Three Years Later, Conflicts in Tsunami Areas Have Taken Very Different Directions
December 19, 2007
The devastation of the 2004 tsunami came on the heels of two separate, decades-long conflicts between insurgent armies and the governments in Sri Lanka and Aceh, Indonesia. These conflicts had led to the deaths of tens of thousands of people, but they progressed very differently after the disaster: Aceh moved toward peace, while Sri Lanka was engulfed by increasing violence. Of course, the roots of these conflicts existed before December 2004, and it can be argued that the tsunami accelerated changes already in progress.
In Aceh, the tsunami hit an area already plagued by conflict between Acehnese separatist fighters and the Indonesian government. With more than 168,000 deaths, Aceh was hit hardest by the tsunami. Since May 2003, Aceh had been under martial law/civil emergency, which weakened the Muslim majority-led Free Aceh Movement (GAM). By late 2004, the war-fatigued Government of Indonesia, under new leadership from democratic elections, was in secret talks with the GAM leadership. After the tsunami killed a substantial number of government forces and GAM fighters, martial law was lifted. The recovery and restoration of Aceh became the priority for the international community and for Indonesians. The changing political dynamics, the outpouring of international assistance, and the sudden presence of thousands of foreign aid workers set the stage for formal negotiations between the government and the GAM. This paved the way for the Helsinki Accord in August 2005, which officially ended armed conflict in Aceh.
After the peace agreement, more positive political changes came. In July 2006, Aceh was granted wide autonomy by the Indonesian government. Former GAM leaders of the armed conflict were democratically elected to lead Aceh province. The new Acehnese leadership agreed to let the central Indonesian government monitor Aceh and set norms, standards and procedures for the province.
Unfortunately, at the same time, in Sri Lanka, the fragile ceasefire signed in 2002 between the Sinhalese-dominated Sri Lankan government and the Liberation Tigers of Tamil Eelam (LTTE) had been unraveling for months. For nearly thirty years, the LTTE has been fighting to establish a separate Tamil state in the north and east of the country.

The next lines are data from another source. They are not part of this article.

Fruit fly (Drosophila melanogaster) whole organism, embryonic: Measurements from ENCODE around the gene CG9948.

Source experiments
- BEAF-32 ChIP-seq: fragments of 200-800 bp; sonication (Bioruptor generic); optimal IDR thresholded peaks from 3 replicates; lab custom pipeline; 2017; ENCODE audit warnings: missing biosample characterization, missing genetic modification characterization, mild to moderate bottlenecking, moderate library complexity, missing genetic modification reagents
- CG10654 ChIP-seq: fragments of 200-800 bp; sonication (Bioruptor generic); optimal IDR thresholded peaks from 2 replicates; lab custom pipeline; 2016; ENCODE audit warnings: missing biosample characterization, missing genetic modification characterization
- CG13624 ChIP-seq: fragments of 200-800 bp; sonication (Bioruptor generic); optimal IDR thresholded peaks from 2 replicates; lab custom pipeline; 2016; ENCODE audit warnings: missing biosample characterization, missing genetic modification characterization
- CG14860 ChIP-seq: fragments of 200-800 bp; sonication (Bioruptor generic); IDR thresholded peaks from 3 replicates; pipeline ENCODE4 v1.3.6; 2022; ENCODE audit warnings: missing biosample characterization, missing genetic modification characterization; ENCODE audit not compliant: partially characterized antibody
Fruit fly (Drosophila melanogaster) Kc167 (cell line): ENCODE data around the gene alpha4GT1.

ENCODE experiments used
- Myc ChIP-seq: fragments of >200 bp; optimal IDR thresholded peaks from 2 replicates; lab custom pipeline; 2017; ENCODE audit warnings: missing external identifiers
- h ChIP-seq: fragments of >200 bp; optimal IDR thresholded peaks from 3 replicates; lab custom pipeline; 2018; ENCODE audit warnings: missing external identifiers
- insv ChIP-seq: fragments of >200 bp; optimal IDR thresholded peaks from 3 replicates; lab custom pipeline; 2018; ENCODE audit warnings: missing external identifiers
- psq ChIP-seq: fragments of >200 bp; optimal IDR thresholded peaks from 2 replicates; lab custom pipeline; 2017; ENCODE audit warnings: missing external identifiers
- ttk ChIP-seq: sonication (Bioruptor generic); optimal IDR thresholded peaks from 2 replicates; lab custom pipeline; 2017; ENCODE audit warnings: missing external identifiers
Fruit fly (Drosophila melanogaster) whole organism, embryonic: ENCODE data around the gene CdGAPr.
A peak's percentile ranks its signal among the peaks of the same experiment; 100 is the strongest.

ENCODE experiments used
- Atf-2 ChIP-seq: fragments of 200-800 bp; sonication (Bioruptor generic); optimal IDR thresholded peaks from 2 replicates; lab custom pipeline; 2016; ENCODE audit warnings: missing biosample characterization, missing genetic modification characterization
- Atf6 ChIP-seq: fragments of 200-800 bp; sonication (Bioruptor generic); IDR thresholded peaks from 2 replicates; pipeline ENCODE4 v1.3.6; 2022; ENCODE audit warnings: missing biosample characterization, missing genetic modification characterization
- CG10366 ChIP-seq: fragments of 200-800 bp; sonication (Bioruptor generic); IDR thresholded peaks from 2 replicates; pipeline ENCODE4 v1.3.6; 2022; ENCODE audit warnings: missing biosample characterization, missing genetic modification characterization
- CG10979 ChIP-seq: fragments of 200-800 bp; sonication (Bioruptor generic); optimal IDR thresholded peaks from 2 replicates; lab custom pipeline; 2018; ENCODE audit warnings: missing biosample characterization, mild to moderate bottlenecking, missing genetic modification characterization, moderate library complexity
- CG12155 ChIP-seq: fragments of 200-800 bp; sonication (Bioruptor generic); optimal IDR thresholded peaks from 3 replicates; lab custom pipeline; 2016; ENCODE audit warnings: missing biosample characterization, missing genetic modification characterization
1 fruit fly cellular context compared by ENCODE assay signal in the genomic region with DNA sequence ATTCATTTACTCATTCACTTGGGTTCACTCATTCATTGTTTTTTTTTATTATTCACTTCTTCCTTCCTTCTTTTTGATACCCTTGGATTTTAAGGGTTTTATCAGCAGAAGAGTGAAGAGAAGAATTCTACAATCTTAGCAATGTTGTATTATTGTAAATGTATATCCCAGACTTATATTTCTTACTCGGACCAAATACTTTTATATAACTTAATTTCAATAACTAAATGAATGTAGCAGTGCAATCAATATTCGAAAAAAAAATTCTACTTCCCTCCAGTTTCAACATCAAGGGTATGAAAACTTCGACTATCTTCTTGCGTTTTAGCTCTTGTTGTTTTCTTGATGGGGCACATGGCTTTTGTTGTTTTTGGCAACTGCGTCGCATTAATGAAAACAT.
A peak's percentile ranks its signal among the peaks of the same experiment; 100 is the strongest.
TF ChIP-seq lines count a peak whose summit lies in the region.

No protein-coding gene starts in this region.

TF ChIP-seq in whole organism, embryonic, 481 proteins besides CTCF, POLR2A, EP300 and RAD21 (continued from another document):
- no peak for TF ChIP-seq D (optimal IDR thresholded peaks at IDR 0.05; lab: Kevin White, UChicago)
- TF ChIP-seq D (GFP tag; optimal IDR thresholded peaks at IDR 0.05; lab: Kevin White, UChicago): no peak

In late 2004, the security situation in Sri Lanka was seriously deteriorating, and dialogue between the government and the LTTE had stalled. Several experts have argued that both sides, especially the LTTE, were ready to break the ceasefire before the tsunami hit. When it did, this trend continued.
The tsunami severely affected the Tamil majority areas of the Northern Province and the multi-ethnic Eastern Province. Many hoped that the LTTE and Sri Lankan government could focus on the recovery and restoration of the devastated coastal areas. An agreement was negotiated for the LTTE to receive foreign development assistance through the Sri Lankan government, facilitating a way for the rebels and the government to work together. Unfortunately, it generated strong backlash among nationalist elements in the South and the Sri Lankan Supreme Court found the agreement to be unconstitutional. This rejection effectively ended aspirations for the LTTE and government to share power and resources. Since 2005, violence in Sri Lanka has steadily escalated and, today, the country is essentially at war — although some normalcy has been restored in the east since the government wrested control of the region from the LTTE in the middle of 2006.
Thomas Parks is The Asia Foundation’s Assistant Director for Governance, Law, and Civil Society; Amy Weinbaum is a Junior Associate for The Asia Foundation; and Birger Stamperdahl is Give2Asia’s Director of Marketing.
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